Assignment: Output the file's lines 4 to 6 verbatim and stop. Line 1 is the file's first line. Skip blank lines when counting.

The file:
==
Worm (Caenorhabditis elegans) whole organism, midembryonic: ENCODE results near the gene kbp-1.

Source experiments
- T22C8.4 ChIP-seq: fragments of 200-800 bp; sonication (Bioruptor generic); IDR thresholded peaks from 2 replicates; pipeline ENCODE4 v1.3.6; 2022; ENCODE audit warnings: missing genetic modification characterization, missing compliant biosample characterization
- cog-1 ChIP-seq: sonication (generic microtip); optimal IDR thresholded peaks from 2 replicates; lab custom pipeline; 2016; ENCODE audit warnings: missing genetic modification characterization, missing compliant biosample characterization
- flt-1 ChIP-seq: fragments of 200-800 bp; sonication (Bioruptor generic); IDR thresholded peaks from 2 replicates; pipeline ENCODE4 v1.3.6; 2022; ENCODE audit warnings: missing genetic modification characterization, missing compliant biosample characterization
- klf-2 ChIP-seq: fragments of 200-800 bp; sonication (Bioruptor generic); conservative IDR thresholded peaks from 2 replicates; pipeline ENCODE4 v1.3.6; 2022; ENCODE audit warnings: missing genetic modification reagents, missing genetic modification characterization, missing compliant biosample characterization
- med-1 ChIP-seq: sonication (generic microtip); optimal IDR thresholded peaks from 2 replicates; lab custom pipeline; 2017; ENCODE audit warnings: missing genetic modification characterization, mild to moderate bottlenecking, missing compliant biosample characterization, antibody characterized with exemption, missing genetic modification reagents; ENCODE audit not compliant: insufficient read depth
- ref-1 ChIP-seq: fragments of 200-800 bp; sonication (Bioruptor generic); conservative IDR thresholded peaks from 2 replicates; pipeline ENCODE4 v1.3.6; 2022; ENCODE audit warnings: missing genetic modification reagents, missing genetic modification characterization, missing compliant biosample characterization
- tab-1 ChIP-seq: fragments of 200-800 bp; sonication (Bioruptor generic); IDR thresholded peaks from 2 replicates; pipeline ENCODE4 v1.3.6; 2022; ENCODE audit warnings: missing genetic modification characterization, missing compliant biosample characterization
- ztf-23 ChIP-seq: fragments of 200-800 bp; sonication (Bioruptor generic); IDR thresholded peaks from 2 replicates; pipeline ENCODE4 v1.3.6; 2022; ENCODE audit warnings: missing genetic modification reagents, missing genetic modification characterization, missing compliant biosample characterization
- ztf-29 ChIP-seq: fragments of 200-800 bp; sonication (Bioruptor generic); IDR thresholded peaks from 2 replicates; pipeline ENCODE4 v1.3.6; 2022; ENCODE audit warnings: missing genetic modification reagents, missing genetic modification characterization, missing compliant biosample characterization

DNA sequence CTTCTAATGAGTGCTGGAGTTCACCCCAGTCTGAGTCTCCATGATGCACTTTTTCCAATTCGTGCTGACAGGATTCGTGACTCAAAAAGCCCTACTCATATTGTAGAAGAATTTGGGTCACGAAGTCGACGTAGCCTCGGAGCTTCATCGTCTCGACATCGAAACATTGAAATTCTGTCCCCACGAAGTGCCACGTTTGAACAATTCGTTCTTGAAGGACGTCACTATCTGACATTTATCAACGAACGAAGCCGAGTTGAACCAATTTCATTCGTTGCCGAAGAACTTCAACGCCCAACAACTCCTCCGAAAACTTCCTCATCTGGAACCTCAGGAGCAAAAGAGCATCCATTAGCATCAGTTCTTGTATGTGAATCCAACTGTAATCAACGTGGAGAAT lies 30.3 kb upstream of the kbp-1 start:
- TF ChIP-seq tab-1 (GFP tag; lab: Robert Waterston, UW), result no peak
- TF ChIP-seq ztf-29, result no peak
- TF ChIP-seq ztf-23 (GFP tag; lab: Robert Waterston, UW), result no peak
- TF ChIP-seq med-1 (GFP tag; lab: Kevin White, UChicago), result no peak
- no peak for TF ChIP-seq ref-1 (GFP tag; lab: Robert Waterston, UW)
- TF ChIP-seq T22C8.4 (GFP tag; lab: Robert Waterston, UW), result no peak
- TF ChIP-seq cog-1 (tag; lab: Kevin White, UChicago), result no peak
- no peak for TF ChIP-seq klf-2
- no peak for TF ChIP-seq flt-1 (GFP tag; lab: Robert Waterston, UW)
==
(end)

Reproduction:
- cog-1 ChIP-seq: sonication (generic microtip); optimal IDR thresholded peaks from 2 replicates; lab custom pipeline; 2016; ENCODE audit warnings: missing genetic modification characterization, missing compliant biosample characterization
- flt-1 ChIP-seq: fragments of 200-800 bp; sonication (Bioruptor generic); IDR thresholded peaks from 2 replicates; pipeline ENCODE4 v1.3.6; 2022; ENCODE audit warnings: missing genetic modification characterization, missing compliant biosample characterization
- klf-2 ChIP-seq: fragments of 200-800 bp; sonication (Bioruptor generic); conservative IDR thresholded peaks from 2 replicates; pipeline ENCODE4 v1.3.6; 2022; ENCODE audit warnings: missing genetic modification reagents, missing genetic modification characterization, missing compliant biosample characterization